How do scientists use carbon 14 for radioactive dating
Absolute dating is used to determine a precise age of a fossil by using radiometric dating to measure the decay of isotopes, either within the fossil or more often the rocks associated with it.
The majority of the time fossils are dated using relative dating techniques.
The Wheeler Formation has been previously dated to approximately 507 million year old, so we know the trilobite is also about 507 million years old.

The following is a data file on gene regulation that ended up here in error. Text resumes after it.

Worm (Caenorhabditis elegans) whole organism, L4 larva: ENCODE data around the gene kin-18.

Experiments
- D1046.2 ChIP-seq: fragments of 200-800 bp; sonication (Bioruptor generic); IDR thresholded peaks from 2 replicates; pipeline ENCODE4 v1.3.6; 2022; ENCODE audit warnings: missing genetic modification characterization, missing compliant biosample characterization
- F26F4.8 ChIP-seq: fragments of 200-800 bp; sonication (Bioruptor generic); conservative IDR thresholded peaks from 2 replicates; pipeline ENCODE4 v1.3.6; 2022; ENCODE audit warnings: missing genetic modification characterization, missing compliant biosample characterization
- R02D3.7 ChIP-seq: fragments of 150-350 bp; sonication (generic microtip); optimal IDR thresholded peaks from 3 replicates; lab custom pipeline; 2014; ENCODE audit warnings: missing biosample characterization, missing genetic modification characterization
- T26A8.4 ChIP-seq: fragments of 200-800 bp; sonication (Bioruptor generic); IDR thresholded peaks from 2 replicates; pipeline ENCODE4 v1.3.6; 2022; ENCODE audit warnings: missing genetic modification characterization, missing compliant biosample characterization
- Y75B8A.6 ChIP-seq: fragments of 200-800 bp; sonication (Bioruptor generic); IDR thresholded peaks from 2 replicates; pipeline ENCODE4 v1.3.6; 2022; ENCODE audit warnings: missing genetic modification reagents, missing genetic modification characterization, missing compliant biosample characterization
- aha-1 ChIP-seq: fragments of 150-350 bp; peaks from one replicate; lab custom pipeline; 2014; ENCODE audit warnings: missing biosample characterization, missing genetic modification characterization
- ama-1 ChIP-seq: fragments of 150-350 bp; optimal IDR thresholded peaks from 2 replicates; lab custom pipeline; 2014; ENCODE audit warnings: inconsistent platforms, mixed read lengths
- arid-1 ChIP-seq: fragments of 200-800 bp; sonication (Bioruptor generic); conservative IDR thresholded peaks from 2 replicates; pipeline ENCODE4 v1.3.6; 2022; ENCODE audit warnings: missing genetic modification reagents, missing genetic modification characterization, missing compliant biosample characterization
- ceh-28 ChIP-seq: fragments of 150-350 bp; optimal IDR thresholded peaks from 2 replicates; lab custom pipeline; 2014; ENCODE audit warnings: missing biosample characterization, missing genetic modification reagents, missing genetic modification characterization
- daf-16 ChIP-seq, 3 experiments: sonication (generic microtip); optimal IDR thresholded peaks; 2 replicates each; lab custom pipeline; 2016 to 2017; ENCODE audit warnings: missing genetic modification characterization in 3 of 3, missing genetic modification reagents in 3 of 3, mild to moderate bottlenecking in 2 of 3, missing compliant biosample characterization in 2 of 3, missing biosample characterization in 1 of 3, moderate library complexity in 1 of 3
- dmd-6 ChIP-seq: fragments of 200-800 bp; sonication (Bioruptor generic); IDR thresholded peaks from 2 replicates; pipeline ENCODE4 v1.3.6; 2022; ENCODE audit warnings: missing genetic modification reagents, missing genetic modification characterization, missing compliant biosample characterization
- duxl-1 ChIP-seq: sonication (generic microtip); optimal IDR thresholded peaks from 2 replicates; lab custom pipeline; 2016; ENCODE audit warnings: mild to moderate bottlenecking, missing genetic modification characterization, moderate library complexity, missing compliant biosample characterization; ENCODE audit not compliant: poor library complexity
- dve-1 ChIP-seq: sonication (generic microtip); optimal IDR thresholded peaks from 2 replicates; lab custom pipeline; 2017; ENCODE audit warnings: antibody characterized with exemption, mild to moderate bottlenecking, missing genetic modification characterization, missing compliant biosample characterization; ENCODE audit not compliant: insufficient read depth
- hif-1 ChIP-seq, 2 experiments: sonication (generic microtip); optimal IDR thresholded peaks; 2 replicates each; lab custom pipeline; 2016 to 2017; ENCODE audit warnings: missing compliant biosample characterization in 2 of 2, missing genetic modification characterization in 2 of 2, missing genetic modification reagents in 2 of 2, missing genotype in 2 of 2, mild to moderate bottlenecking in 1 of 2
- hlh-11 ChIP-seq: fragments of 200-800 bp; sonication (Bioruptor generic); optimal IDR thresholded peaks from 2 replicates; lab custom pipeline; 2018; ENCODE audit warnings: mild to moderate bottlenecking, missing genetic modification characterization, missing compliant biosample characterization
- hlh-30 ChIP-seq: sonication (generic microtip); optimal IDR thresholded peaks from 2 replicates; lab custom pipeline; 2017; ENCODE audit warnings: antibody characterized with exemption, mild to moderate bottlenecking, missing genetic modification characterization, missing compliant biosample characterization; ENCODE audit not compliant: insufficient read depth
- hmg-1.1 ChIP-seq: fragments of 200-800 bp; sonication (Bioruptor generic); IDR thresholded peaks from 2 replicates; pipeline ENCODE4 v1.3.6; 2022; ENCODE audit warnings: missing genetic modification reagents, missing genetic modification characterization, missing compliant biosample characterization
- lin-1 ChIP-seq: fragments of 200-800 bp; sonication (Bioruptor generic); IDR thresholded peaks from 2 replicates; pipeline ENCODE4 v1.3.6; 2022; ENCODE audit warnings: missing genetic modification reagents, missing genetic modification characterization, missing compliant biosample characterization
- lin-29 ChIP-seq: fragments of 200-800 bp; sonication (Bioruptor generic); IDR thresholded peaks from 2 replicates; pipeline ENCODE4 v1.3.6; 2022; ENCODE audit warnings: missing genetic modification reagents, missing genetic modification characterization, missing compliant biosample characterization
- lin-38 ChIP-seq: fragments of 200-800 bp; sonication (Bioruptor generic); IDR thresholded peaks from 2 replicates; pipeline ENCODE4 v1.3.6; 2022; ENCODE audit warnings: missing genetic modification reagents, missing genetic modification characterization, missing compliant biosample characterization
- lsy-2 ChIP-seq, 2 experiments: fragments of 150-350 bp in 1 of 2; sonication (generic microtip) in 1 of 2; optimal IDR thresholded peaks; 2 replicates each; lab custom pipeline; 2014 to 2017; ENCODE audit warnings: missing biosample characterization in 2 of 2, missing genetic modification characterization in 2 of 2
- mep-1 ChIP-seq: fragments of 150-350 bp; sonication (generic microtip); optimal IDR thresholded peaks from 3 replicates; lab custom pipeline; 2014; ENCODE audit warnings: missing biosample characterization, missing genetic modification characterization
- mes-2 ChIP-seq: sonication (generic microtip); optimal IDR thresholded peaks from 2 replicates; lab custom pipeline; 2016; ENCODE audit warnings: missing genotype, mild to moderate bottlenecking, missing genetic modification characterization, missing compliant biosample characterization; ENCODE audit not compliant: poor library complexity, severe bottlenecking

But, how can we determine how old a rock formation is, if it hasn’t previously been dated?
Most laboratories measure radiocarbon with a very sophisticated instrument called an accelerator mass spectrometer, or AMS.
It is literally able to count carbon-14 atoms one at a time.3 This machine can theoretically detect one radioactive carbon-14 atom in 100 quadrillion regular carbon-12 atoms! AMS instruments need to be checked occasionally, to make sure they aren’t also “reading” any laboratory contamination, called background.
This makes it ideal for dating much older rocks and fossils.
So, often layers of volcanic rocks above and below the layers containing fossils can be dated to provide a date range for the fossil containing rocks.